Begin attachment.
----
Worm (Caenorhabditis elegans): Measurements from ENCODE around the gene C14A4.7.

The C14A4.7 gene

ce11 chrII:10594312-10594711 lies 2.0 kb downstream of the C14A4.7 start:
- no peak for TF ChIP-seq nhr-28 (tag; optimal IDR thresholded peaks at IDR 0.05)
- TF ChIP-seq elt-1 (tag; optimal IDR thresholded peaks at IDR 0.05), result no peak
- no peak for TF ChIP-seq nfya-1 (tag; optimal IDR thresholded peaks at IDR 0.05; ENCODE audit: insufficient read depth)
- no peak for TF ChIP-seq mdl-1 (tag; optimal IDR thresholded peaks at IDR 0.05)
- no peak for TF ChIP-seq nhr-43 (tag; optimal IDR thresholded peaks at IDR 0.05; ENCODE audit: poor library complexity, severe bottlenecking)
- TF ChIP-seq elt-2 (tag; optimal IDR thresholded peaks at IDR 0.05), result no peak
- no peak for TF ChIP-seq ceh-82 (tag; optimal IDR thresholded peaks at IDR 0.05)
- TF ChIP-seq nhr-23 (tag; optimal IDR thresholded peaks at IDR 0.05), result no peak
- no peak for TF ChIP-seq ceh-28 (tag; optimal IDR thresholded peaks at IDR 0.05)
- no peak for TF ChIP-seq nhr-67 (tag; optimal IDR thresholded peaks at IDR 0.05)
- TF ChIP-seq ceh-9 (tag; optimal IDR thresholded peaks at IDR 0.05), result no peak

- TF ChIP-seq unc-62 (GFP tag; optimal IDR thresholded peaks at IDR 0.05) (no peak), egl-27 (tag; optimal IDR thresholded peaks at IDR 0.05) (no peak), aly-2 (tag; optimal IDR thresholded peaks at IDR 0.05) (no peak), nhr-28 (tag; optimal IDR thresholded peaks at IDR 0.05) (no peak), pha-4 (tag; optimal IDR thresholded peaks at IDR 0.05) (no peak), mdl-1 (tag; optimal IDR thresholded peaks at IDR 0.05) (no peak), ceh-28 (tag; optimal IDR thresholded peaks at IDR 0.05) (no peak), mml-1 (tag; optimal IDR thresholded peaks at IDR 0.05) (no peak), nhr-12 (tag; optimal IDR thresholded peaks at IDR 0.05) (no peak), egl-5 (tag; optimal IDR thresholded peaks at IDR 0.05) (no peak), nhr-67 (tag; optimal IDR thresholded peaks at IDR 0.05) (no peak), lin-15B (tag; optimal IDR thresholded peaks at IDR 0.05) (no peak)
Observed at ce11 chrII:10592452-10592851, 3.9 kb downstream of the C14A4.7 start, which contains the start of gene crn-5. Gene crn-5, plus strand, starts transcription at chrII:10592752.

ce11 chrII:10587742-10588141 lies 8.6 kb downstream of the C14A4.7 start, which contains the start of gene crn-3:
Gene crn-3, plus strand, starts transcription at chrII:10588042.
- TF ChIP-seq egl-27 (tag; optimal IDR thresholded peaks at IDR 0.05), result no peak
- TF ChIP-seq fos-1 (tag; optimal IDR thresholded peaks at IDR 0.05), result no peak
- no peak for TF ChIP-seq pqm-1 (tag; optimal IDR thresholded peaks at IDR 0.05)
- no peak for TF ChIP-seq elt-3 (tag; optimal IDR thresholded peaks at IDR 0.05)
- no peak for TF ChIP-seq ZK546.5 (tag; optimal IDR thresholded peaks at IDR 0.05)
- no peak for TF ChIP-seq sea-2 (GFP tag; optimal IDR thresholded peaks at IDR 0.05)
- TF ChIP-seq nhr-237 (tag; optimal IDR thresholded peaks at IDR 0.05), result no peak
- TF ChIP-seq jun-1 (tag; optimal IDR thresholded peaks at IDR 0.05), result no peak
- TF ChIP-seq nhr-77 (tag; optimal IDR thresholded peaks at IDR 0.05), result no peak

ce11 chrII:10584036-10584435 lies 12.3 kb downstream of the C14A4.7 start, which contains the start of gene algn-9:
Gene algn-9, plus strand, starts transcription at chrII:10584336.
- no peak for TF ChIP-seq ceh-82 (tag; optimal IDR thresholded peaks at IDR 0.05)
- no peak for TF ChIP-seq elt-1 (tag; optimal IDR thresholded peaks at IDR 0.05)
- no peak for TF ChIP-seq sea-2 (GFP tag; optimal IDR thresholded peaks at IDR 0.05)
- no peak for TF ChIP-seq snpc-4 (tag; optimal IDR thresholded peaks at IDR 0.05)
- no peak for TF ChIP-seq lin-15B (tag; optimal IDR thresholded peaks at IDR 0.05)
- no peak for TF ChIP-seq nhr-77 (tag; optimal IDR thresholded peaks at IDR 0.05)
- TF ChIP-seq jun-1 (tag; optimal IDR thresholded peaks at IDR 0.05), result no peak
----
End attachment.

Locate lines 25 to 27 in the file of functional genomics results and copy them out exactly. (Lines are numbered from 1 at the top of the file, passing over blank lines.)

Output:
- TF ChIP-seq nhr-237 (tag; optimal IDR thresholded peaks at IDR 0.05), result no peak
- TF ChIP-seq jun-1 (tag; optimal IDR thresholded peaks at IDR 0.05), result no peak
- TF ChIP-seq nhr-77 (tag; optimal IDR thresholded peaks at IDR 0.05), result no peak